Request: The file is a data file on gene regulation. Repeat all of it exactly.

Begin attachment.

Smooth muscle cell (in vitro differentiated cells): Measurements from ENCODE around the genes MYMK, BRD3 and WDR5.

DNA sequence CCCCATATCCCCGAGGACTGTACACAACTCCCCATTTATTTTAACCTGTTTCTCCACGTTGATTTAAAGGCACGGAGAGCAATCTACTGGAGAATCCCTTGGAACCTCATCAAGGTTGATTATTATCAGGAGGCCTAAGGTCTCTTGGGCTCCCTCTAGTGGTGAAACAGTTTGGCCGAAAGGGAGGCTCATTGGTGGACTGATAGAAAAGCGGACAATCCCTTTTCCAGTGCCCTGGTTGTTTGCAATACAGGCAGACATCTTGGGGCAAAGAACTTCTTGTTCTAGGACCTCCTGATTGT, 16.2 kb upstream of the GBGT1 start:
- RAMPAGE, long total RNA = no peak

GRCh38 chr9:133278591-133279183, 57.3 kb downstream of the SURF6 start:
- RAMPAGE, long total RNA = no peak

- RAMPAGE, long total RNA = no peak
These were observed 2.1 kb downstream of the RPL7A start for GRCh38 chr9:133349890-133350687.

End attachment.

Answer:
Smooth muscle cell (in vitro differentiated cells): Measurements from ENCODE around the genes MYMK, BRD3 and WDR5.

DNA sequence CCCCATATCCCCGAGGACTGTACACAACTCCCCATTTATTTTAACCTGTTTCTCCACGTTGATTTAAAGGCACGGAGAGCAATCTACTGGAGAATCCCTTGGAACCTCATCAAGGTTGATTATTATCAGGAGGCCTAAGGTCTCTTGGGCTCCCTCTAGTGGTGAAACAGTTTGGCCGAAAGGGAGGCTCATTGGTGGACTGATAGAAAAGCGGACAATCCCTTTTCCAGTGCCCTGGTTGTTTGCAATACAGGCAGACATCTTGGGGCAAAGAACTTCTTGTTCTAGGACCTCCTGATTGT, 16.2 kb upstream of the GBGT1 start:
- RAMPAGE, long total RNA = no peak

GRCh38 chr9:133278591-133279183, 57.3 kb downstream of the SURF6 start:
- RAMPAGE, long total RNA = no peak

- RAMPAGE, long total RNA = no peak
These were observed 2.1 kb downstream of the RPL7A start for GRCh38 chr9:133349890-133350687.